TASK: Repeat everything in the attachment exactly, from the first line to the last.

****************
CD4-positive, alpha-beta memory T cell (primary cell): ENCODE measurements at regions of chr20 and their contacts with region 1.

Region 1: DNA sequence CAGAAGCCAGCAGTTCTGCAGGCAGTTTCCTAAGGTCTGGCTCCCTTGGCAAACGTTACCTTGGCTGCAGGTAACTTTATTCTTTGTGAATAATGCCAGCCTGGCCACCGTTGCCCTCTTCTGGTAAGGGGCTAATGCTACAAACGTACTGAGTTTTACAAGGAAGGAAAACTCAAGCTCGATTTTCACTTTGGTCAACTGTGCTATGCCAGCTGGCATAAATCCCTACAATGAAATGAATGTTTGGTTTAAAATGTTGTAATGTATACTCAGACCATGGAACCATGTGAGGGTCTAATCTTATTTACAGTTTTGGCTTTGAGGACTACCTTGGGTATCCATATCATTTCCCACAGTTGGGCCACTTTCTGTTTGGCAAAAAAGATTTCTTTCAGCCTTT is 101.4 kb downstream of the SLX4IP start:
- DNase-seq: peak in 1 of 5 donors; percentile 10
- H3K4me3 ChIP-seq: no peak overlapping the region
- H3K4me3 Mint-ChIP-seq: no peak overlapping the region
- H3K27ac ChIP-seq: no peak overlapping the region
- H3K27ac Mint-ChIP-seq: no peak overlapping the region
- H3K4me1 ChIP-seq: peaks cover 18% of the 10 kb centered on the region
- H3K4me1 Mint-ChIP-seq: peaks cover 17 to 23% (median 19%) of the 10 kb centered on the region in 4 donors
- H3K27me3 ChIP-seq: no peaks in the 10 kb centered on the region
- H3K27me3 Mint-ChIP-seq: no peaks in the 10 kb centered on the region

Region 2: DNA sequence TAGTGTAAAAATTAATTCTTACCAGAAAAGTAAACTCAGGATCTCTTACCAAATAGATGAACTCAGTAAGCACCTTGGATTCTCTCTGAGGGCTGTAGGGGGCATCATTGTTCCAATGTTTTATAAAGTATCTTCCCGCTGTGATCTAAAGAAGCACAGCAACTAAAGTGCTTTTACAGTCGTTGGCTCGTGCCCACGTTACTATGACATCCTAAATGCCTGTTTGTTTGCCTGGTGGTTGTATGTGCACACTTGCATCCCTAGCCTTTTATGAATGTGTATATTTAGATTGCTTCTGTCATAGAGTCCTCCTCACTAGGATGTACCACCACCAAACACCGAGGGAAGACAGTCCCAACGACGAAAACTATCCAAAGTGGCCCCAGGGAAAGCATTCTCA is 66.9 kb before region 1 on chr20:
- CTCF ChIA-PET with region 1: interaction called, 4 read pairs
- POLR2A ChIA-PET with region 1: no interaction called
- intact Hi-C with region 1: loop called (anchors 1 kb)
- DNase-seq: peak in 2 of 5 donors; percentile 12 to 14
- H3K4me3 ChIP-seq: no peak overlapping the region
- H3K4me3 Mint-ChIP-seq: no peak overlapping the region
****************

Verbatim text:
CD4-positive, alpha-beta memory T cell (primary cell): ENCODE measurements at regions of chr20 and their contacts with region 1.

Region 1: DNA sequence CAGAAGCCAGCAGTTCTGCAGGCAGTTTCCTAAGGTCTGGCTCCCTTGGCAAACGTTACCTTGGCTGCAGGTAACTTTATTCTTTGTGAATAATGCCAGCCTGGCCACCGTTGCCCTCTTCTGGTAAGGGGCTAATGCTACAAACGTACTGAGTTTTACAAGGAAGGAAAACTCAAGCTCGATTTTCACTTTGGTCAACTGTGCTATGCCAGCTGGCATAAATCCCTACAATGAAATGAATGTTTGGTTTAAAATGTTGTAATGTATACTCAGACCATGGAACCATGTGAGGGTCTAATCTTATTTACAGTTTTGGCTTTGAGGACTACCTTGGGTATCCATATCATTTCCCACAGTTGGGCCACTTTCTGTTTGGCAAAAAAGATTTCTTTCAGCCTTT is 101.4 kb downstream of the SLX4IP start:
- DNase-seq: peak in 1 of 5 donors; percentile 10
- H3K4me3 ChIP-seq: no peak overlapping the region
- H3K4me3 Mint-ChIP-seq: no peak overlapping the region
- H3K27ac ChIP-seq: no peak overlapping the region
- H3K27ac Mint-ChIP-seq: no peak overlapping the region
- H3K4me1 ChIP-seq: peaks cover 18% of the 10 kb centered on the region
- H3K4me1 Mint-ChIP-seq: peaks cover 17 to 23% (median 19%) of the 10 kb centered on the region in 4 donors
- H3K27me3 ChIP-seq: no peaks in the 10 kb centered on the region
- H3K27me3 Mint-ChIP-seq: no peaks in the 10 kb centered on the region

Region 2: DNA sequence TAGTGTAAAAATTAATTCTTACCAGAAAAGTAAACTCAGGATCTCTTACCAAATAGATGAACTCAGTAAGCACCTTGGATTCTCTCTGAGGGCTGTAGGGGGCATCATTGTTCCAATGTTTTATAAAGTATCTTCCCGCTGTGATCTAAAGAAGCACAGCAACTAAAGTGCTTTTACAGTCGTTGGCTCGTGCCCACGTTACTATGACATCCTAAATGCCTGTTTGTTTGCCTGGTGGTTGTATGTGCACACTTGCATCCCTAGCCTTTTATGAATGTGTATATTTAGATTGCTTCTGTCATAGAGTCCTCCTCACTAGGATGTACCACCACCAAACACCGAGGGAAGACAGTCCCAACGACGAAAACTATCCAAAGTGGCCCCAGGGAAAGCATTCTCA is 66.9 kb before region 1 on chr20:
- CTCF ChIA-PET with region 1: interaction called, 4 read pairs
- POLR2A ChIA-PET with region 1: no interaction called
- intact Hi-C with region 1: loop called (anchors 1 kb)
- DNase-seq: peak in 2 of 5 donors; percentile 12 to 14
- H3K4me3 ChIP-seq: no peak overlapping the region
- H3K4me3 Mint-ChIP-seq: no peak overlapping the region